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"i wish i could eat your cancer when you turn black.-kurt cobain" - Acteleleaflndo

Springtime and Growth

  • Date Submitted: 06/26/2011 09:44 AM
  • Flesch-Kincaid Score: 74.6 
  • Words: 496
  • Essay Grade: no grades
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Spring is a special time of year, a time of our earth’s awakening from its long winter’s sleep, a time of reemergence, renewal, and rebirth. Crocuses poke through the melting snow, tulips bend under new fallen snow then stand tall as the warming sun makes quick work of their moisture laden burden. Lustrous apple trees abloom, redbuds stand in purple pink glory, cherry trees burst forth into flower like popcorn, the sweet smell of the lilac tantalizes, birds busily attend their nests, bees flit from flower to flower collecting sweet nectar. Newborn calves and fawns frolic in the grass. It is a time of yellow green blush as trees tentatively poke forth their new leaves wary of a brief return to the cold of winter. It is a time of bright colorful dresses and audacious bonnets bedecked with ribbons and bows. Yes, spring is a season of wondrous renewal. But spring can also be a time of destruction; of earthquakes, tsunamis, tornadoes, floods, and raging fires that make us wonder at nature’s awesome power.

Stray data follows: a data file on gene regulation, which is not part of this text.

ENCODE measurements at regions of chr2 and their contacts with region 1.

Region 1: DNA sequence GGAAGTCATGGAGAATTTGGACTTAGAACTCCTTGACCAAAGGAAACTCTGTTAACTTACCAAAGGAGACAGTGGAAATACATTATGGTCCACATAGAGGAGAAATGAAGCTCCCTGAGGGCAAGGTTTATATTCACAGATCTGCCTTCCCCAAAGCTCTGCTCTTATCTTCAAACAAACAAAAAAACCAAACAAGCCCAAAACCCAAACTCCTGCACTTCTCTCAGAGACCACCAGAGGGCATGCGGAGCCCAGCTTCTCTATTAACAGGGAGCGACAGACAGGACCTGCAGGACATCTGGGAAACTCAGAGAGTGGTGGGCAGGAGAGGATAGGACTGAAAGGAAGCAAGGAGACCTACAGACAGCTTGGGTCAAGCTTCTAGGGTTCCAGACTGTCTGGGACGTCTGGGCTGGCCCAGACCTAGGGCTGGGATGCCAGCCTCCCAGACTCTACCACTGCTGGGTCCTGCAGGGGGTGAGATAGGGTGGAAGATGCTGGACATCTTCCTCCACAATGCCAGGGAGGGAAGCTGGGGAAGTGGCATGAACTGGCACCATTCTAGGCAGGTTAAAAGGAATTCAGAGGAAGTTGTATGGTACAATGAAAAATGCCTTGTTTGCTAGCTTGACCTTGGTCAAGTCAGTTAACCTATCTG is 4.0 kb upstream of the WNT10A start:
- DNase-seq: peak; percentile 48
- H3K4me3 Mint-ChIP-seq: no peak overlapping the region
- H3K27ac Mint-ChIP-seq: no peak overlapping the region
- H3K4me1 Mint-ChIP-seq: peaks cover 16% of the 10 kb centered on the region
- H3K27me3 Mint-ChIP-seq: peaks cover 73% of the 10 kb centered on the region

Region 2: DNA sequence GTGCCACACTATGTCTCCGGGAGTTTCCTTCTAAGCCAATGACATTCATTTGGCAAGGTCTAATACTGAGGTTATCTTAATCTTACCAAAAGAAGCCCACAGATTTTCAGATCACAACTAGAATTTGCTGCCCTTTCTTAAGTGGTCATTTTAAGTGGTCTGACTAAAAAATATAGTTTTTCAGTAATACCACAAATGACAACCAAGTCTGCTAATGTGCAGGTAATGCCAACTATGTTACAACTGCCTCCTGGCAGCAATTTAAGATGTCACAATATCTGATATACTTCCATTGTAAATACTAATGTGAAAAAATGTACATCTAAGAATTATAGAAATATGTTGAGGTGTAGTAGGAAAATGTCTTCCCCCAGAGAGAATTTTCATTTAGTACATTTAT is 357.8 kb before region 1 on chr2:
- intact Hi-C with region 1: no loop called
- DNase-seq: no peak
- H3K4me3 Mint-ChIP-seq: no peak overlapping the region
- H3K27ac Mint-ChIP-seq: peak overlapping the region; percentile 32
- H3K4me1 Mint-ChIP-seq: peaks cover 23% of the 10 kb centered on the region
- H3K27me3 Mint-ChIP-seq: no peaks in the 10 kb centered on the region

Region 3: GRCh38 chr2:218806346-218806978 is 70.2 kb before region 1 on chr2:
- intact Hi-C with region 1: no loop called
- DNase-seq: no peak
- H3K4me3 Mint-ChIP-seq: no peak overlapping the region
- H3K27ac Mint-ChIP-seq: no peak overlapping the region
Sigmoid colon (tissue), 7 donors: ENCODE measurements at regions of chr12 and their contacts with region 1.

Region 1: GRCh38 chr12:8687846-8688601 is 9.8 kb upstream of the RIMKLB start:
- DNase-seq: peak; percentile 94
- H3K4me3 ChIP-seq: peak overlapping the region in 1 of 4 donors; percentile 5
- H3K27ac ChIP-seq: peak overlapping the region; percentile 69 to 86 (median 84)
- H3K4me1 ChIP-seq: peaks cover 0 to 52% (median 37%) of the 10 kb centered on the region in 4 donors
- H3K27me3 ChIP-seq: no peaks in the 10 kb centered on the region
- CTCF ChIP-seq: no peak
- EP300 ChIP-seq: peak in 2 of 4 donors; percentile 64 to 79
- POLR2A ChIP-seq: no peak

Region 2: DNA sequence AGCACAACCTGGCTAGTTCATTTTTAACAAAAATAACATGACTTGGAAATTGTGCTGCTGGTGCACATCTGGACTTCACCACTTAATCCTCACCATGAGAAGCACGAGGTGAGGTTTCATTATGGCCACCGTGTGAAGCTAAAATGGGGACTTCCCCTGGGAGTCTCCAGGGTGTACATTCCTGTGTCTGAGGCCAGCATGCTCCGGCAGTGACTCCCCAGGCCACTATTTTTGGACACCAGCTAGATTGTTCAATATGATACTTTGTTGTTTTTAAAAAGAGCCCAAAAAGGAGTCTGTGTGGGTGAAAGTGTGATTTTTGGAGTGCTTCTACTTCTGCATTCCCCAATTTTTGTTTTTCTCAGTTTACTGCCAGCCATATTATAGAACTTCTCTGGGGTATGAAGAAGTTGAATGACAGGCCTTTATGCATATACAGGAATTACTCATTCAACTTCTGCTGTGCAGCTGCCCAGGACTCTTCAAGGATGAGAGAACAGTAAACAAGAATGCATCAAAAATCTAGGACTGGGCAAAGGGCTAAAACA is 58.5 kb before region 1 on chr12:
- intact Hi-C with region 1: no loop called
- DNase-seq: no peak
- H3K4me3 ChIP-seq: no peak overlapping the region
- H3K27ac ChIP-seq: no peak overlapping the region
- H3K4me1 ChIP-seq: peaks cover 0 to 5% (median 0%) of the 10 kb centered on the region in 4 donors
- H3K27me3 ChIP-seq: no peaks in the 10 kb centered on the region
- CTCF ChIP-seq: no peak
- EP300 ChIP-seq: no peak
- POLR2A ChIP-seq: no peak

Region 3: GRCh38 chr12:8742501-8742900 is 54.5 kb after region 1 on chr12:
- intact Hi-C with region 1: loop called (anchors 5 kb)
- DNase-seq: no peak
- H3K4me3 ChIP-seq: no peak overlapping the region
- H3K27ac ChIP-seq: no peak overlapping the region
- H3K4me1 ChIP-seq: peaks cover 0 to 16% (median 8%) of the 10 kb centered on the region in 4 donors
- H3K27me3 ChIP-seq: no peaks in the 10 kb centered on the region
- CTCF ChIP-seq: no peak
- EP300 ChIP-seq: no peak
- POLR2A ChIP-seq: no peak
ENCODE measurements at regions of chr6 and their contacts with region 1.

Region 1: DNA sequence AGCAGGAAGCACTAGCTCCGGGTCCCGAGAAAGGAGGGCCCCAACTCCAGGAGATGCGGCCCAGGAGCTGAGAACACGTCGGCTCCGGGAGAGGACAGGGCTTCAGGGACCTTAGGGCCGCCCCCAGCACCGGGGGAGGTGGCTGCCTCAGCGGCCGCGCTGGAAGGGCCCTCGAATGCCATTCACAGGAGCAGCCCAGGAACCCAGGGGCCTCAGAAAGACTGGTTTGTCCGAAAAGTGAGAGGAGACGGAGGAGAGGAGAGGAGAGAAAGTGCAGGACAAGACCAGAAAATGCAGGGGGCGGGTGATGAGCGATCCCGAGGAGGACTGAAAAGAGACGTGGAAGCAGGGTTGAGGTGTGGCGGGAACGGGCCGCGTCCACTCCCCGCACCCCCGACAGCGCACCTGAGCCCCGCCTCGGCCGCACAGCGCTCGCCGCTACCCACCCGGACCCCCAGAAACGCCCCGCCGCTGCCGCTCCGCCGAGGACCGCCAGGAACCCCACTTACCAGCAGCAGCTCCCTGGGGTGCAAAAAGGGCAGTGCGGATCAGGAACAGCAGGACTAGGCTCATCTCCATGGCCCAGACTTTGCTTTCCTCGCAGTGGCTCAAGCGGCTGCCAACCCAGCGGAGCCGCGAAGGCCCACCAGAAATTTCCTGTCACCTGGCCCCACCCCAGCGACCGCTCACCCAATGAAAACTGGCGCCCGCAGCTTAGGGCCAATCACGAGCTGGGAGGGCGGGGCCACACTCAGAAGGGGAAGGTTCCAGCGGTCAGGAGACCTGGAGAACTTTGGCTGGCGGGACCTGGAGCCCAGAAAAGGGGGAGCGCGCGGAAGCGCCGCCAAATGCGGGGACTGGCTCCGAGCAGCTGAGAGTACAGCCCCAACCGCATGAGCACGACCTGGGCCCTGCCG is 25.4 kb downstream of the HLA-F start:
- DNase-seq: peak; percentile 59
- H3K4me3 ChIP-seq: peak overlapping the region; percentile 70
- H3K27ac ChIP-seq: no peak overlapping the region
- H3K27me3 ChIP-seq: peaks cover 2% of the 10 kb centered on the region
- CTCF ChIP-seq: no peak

Celebrations of spring are universal. The Norse “Eosteur”, from which Easter is derived, celebrates “the season of the rising sun” and pays tribute to its triumph over the bleakness of winter. What would spring be without this contrast? Might we fail to notice, to marvel at spring’s beauty? Life with its contrasts gives our existence more meaning. There is little more beautiful than the crystal clear dawn of a new day washed by the grey rain of yesterday.
We are gathered here to celebrate the accomplishments of our year and to energize ourselves as we look to our new year. We work to make life better for those who have little and yearn for more. We must focus on our promise to serve others rather than the voices within that say, “We can’t”. Let me close with the challenge in this poem by an unknown author
There once was an oyster whose story I tell,
Who found that some sand got under his shell,
Just one little grain but it gave him a...


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